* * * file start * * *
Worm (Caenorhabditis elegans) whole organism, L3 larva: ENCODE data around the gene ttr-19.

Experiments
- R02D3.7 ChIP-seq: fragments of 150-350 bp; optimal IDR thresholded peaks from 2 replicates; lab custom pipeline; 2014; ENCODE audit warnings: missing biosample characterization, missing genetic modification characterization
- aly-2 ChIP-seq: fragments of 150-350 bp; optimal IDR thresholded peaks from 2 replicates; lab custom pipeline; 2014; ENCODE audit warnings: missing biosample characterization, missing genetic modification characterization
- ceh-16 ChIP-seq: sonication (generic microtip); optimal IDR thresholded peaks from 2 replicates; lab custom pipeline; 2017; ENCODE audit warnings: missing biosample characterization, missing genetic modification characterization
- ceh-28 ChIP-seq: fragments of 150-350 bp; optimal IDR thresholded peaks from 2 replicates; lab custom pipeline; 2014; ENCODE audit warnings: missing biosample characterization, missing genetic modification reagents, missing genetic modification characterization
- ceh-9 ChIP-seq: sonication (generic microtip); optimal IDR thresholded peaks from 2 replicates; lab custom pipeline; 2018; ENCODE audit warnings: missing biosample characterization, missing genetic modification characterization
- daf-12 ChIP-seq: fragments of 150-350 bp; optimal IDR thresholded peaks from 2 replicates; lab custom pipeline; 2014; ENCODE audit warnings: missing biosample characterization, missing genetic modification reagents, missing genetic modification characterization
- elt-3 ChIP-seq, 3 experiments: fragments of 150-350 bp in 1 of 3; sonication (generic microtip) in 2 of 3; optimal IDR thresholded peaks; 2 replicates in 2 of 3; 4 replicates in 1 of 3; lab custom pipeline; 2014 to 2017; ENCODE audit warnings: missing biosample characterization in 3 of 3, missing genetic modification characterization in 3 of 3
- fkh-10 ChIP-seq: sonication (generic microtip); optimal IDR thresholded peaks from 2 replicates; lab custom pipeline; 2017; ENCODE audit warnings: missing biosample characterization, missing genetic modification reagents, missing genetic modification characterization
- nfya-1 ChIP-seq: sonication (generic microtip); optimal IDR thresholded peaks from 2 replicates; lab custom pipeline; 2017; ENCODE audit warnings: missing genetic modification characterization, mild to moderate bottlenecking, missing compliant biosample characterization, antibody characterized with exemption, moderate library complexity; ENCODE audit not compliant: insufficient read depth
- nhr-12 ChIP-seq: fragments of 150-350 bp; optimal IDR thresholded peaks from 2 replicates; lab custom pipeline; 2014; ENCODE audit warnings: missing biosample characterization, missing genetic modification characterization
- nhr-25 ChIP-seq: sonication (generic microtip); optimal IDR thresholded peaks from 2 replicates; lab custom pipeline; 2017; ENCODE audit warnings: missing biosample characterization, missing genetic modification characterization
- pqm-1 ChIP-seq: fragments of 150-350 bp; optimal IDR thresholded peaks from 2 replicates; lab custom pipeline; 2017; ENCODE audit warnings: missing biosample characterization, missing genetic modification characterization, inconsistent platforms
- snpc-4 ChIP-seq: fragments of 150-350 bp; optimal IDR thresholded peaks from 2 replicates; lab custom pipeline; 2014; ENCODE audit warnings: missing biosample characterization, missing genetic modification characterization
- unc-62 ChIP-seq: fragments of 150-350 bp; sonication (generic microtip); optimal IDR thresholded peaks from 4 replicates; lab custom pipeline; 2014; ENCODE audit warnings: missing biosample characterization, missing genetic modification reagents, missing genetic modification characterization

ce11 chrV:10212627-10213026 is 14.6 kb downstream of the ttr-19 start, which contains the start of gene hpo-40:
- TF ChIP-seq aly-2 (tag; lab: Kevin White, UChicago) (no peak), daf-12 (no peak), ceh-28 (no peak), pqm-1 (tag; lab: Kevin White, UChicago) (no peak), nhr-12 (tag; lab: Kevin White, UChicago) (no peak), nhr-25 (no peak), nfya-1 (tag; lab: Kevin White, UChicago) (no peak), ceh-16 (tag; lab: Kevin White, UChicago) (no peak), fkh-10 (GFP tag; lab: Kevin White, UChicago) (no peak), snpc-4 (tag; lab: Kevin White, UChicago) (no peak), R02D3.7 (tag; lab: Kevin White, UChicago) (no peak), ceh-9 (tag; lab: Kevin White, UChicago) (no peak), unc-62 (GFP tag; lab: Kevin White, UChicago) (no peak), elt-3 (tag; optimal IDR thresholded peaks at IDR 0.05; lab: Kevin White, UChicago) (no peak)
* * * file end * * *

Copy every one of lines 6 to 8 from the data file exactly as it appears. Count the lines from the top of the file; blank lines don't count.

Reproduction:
- ceh-28 ChIP-seq: fragments of 150-350 bp; optimal IDR thresholded peaks from 2 replicates; lab custom pipeline; 2014; ENCODE audit warnings: missing biosample characterization, missing genetic modification reagents, missing genetic modification characterization
- ceh-9 ChIP-seq: sonication (generic microtip); optimal IDR thresholded peaks from 2 replicates; lab custom pipeline; 2018; ENCODE audit warnings: missing biosample characterization, missing genetic modification characterization
- daf-12 ChIP-seq: fragments of 150-350 bp; optimal IDR thresholded peaks from 2 replicates; lab custom pipeline; 2014; ENCODE audit warnings: missing biosample characterization, missing genetic modification reagents, missing genetic modification characterization